So, it shouldn’t surprise anyone that the fields of psychology and neurology are rolling in the evidence showing that one can, in fact, increase his IQ:
In the latest study, 33 British students were given IQ tests and brain scans at ages 12 to 16 and again about four years later by researchers at the Wellcome Trust Centre for Neuroimaging at University College London; 9% of the students showed a significant change of 15 points or more in IQ scores.
On a scale where 90 to 110 is considered average, one student’s IQ rose 21 points to 128 from 107, lifting the student from the 68th percentile to the 97th compared with others the same age, says Cathy Price, professor of cognitive neuroscience at the center and co-author of the study, published last month in Nature. Another student’s score skidded out of the “high average” category, to 96 from 114.
Swings in individual IQ scores are often written off as the product of measurement error or a test subject having a bad day. But MRIs in this study showed changes in gray matter in areas corresponding to fluctuations in the kids’ skills, Dr. Price says. Although the sample size is small, the study drew wide attention because it is among the first to show how changes in IQ scores may be reflected in actual shifts in brain structure.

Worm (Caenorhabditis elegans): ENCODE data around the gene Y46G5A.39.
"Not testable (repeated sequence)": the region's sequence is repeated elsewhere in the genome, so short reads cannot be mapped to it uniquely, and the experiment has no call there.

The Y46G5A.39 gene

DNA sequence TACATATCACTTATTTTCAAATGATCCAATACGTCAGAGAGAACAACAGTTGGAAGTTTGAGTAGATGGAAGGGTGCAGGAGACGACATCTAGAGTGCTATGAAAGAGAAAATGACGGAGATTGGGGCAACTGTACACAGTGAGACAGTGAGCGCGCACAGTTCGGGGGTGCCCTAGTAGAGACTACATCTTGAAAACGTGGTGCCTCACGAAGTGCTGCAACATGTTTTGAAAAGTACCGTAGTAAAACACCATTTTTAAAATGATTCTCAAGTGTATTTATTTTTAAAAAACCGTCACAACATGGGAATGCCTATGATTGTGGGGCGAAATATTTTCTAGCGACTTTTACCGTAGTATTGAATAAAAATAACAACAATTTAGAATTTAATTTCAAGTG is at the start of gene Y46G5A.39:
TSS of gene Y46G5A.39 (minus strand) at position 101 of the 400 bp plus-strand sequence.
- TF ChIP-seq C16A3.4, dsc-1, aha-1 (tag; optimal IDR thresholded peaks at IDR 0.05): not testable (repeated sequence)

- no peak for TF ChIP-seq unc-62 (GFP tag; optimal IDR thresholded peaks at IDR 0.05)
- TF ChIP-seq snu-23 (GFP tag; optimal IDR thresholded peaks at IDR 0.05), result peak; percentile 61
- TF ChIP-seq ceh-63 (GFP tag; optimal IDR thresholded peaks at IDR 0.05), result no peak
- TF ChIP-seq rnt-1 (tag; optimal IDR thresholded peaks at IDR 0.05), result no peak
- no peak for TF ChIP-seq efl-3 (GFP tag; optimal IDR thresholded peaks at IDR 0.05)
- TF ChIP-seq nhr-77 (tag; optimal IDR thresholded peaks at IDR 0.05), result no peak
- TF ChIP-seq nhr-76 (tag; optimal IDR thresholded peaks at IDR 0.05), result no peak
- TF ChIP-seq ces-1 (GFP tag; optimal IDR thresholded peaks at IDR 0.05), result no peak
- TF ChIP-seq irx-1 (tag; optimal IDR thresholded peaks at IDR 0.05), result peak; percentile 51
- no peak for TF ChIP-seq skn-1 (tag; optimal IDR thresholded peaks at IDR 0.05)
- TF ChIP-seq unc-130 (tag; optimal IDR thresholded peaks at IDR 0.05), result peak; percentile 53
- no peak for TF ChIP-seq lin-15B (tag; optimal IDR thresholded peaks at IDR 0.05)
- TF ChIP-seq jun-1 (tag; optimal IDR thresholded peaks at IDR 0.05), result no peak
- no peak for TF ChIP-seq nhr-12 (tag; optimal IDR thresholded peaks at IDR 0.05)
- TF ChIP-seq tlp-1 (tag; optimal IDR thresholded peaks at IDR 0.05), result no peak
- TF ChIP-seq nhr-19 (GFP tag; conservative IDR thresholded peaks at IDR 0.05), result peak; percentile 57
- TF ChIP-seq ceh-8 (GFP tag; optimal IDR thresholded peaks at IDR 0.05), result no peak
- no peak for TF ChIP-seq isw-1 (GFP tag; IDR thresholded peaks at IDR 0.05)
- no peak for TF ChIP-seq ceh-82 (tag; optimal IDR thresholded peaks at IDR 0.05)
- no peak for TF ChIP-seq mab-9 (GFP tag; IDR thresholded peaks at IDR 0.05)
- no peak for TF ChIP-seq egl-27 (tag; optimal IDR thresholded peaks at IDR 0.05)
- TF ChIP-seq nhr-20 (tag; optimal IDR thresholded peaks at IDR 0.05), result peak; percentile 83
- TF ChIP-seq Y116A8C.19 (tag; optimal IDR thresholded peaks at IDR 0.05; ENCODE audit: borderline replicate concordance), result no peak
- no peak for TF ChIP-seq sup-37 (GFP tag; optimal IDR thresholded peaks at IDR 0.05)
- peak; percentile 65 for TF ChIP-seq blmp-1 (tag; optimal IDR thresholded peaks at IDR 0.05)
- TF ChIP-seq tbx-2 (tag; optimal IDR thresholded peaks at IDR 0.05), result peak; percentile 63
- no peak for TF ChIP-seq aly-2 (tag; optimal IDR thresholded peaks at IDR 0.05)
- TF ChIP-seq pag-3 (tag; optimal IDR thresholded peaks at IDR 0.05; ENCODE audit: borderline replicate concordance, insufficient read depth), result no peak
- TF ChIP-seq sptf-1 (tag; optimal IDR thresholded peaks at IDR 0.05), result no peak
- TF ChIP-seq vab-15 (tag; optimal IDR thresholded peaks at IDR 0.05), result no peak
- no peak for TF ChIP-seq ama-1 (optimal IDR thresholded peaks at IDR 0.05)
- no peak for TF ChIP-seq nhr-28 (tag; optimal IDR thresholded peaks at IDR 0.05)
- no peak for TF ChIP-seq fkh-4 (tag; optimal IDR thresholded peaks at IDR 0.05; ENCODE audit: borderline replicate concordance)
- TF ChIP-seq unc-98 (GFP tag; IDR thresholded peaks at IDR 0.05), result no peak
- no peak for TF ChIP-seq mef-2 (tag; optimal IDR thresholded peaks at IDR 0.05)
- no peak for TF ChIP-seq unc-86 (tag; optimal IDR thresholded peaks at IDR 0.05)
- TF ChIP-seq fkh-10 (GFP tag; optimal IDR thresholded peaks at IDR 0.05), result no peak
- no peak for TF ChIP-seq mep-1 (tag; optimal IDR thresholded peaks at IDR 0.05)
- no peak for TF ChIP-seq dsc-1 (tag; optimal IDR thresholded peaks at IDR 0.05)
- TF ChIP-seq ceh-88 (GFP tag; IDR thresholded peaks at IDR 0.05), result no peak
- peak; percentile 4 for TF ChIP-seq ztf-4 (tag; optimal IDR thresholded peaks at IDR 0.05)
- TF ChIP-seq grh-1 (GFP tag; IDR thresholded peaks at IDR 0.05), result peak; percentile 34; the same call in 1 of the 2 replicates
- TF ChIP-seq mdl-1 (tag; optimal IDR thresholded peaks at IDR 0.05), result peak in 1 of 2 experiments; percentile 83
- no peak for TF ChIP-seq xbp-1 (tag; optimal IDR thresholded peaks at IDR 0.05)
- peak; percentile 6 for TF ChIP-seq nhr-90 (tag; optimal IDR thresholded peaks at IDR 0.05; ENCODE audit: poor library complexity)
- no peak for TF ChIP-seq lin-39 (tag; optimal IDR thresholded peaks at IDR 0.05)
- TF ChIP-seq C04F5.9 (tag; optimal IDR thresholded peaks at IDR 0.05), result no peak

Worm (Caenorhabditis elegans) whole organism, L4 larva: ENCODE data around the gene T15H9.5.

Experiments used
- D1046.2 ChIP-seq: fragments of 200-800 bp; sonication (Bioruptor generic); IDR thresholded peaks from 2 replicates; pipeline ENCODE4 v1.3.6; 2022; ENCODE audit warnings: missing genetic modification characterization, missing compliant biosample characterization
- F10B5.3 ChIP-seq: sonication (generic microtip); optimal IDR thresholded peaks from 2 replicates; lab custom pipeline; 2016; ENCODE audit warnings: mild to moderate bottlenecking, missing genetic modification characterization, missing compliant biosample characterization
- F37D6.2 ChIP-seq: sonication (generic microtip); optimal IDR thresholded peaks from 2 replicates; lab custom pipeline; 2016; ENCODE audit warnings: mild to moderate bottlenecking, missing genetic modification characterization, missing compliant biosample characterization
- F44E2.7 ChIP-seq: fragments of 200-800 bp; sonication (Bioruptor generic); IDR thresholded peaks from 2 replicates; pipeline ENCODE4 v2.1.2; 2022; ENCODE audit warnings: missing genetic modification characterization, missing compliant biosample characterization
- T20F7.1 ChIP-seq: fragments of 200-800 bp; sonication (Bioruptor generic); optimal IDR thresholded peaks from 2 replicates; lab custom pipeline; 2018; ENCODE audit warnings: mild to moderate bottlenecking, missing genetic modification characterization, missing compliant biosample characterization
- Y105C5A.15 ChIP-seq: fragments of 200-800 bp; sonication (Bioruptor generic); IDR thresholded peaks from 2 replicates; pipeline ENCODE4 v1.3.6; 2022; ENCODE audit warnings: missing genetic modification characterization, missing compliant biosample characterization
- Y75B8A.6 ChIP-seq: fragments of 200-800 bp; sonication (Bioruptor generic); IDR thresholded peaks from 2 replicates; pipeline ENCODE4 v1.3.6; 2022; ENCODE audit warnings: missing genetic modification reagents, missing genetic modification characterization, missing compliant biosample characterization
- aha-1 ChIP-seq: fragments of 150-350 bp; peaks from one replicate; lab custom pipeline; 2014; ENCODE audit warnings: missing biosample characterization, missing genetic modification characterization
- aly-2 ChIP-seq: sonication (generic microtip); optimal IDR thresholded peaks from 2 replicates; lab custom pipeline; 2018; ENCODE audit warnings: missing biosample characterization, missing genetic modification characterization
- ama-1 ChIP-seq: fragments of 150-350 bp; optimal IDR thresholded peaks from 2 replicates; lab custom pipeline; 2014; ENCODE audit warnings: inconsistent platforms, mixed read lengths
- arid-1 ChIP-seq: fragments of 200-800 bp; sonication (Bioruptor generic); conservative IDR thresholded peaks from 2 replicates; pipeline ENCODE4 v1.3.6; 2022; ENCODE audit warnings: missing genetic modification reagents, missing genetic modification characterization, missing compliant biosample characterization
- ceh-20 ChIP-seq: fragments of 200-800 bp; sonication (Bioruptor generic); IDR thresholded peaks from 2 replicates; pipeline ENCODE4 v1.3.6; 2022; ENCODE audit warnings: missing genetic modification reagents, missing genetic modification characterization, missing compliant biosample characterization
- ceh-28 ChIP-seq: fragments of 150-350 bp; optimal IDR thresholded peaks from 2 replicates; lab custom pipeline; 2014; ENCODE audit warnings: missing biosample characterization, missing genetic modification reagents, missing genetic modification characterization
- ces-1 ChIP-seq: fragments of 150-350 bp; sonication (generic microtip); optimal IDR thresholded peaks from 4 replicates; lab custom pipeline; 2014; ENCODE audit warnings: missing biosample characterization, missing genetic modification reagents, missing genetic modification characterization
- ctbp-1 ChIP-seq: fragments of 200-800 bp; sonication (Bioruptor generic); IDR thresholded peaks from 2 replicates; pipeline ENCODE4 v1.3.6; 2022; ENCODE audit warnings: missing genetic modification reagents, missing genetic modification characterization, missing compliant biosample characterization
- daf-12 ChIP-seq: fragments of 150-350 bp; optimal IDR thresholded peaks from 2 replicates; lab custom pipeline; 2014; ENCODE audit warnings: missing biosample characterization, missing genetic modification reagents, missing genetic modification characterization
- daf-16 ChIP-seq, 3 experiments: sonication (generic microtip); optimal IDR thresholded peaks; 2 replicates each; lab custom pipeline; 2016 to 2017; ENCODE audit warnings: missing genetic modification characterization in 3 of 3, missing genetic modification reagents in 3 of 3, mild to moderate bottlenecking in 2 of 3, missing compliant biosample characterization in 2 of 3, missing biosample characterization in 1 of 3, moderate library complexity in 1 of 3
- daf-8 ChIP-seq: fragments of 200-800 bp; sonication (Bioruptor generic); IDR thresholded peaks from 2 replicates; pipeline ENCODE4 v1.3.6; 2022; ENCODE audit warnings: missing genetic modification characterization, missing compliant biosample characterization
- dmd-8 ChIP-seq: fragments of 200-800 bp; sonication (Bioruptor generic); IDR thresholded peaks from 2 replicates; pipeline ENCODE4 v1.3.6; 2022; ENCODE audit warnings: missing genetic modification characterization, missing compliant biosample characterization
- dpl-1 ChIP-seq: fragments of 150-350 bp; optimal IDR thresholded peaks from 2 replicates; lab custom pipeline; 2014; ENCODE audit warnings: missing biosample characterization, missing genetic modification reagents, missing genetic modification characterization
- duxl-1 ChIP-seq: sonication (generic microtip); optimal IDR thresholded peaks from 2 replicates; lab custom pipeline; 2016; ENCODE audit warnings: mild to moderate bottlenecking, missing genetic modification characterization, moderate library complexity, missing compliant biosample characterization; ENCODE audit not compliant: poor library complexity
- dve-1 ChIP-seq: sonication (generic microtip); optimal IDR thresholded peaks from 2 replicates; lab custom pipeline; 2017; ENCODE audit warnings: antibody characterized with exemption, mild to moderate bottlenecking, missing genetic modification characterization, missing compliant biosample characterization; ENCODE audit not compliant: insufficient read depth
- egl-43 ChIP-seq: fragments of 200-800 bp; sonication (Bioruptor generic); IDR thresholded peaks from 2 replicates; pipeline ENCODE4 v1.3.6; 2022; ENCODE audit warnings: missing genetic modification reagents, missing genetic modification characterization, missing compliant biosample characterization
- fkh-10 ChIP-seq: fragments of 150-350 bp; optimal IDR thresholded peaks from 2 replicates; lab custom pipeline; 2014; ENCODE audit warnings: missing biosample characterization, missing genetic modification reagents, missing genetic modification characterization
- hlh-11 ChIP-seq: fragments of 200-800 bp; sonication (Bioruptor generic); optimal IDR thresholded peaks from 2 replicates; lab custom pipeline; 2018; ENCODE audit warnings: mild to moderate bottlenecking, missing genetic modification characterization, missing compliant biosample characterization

First, saying that IQ can be improved is not synonymous with saying that there are no race or gender differences in intelligence. The average white could improve his IQ to 115 while the average black could make similar improvements and land a 100 IQ. And second, the idea that IQ is immutable is patently absurd, as there are numerous ways to lower it, most notably by huffing dangerous drugs and chemicals, sending you down into the mentally retarded zone. More to the point, there are many lifestyle habits that all of us, even the most die-hard health perfectionist, have that hinder our cognitive capacities to some degree. Obvious ones include sub-optimal diet (and since the majority of Americans are not versed of the ways of their Paleolithic ancestors, you can be darn sure that this includes virtually everyone), inadequate measures of recovery like sleep or emotional and mental relaxation, too much stress, fatigue, and emotional instability. Though these factors may have only a small role to play, they can take significant cumulative toll on cognition. And since these things serve to hamper us from attaining our true potential, simply removing these bars will have a positive effect.

Moreover, there are positive steps one can take as well: